Dr Timmons says while it's relatively easy to measure the effects of an economic investment targeting profits not losses, social measures are more difficult to nail down.

"It's a challenging area, but it doesn't help to put a whole lot of overlays onto the not-for-profit and say, 'Give us more information here', unless you've already agreed on it."

She stresses there are some programs most would agree are a "good thing", citing scholarships for youth in rural areas for example.

"Providing scholarships is a good thing. And … to go into too much detail about it, and burden grantseekers or grant recipients with reporting, that's a low-trust model to me."

High trust would be to accept the grantees' word that they've done what they promised, as well as alerting funders to anything out of the ordinary.

Adding extra flexibility into the equation would allow, for instance, an organisation to pivot away from those scholarships to deliver seminars or camps to promote youth leadership, she says.

"That would be trusting the grant recipients and the not-for-profit organisation to say, 'This is a better way to get to the outcome that we're all looking for', which is healthy young people, who have a meaningful engagement with the world."

How can I introduce a high-trust model in government, or with funders who are likely to resist this idea?

Dr Timmons accepts a high-trust shift will challenge many organisations, including many foundations and trusts, but particularly government.

Whether or not you can employ a more trusting approach depends on governance, the reasons for distributing money, and who an organisation is accountable to, she says.

"I think government is particularly in the fishbowl. Everybody's watching, and there's 360 degrees of opinions on what should be happening. And a negative response to things is an anathema for governments."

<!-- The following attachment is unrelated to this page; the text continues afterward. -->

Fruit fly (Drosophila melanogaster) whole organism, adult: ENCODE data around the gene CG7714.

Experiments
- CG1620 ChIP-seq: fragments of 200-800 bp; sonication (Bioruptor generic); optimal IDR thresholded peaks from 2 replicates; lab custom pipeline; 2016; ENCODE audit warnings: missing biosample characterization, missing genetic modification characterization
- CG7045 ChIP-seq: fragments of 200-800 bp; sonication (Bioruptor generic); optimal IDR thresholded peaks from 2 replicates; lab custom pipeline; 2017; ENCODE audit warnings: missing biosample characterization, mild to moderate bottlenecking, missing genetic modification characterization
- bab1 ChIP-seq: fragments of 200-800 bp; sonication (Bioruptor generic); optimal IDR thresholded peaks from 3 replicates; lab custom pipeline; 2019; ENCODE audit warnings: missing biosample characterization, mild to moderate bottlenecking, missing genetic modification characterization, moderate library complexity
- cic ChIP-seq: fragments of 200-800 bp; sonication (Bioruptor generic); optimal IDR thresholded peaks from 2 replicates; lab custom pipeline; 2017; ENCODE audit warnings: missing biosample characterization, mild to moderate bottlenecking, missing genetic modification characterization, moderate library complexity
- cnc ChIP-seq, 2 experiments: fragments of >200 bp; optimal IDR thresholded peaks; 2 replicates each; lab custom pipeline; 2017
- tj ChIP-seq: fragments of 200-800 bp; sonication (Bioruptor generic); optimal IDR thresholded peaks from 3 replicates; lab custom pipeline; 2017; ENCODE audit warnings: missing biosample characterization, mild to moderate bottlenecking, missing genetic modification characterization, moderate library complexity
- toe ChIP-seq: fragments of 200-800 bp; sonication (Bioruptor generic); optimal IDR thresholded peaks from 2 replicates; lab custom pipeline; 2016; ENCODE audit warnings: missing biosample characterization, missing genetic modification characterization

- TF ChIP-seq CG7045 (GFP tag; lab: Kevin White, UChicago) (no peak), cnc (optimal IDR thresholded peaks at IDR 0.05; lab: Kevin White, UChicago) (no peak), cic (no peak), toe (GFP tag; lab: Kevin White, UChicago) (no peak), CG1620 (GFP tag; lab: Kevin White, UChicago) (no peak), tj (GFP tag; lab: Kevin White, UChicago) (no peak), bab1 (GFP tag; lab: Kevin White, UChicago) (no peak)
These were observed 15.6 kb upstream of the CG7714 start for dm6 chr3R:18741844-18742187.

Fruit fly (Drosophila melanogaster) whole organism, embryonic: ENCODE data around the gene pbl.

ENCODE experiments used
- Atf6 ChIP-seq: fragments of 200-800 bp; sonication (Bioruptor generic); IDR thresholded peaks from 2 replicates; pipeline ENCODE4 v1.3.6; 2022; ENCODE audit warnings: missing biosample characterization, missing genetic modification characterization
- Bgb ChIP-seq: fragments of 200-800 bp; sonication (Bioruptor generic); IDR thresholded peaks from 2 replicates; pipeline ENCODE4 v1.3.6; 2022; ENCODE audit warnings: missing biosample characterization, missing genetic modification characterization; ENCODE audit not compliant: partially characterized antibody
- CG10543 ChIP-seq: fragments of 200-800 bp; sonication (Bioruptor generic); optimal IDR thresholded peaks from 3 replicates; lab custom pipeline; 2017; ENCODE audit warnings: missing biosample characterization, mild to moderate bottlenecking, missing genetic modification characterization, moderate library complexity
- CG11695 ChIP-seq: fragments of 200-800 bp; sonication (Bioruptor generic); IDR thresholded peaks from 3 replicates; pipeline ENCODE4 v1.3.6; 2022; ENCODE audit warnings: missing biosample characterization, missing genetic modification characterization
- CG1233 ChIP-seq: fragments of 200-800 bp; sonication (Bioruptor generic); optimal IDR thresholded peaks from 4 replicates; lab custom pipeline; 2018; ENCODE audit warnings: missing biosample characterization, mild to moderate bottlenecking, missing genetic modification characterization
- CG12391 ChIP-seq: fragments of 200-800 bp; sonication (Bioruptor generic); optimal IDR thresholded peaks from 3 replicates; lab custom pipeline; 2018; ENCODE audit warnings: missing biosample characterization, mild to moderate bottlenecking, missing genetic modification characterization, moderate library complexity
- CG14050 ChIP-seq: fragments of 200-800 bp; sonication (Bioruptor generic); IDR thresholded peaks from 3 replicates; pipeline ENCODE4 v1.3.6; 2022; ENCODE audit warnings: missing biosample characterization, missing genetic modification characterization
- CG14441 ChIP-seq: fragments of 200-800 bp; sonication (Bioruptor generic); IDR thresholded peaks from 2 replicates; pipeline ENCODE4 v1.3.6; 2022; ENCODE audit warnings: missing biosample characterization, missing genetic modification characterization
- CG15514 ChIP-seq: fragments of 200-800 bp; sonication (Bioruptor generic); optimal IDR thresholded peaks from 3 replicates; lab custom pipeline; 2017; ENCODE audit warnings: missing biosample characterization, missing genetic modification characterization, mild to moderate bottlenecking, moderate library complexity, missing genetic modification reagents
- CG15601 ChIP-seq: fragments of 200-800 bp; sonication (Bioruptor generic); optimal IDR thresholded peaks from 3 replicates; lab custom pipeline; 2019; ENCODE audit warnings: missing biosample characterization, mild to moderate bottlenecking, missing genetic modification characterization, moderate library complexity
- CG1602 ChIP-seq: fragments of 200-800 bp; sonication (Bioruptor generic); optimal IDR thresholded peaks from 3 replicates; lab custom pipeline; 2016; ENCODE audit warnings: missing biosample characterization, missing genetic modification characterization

While foundations, trusts and philanthropists are often more accepting of risk, and governments tend to avoid it, Dr Timmons argues that government agencies need to look to the gains.

"They need to understand that there are ways of cutting down the paperwork, (and) increasing the connections with not-for-profits."

She says governments can introduce more "user-friendly" processes to lighten the burden for grantseekers, including simply expecting that "people will do the right thing".

Dr Timmons says the nature of change in government - including regular changes in personnel - can make it harder to build lasting relationships, which often leads to grantmakers falling back on a "structured approach of distributing money".

Yet after a lifetime in the industry, and as grantmakers learn to accept "we're still in the exploring and pioneering stages" of the grants industry, she is adamant that trust must comprise a much bigger part grantmaking.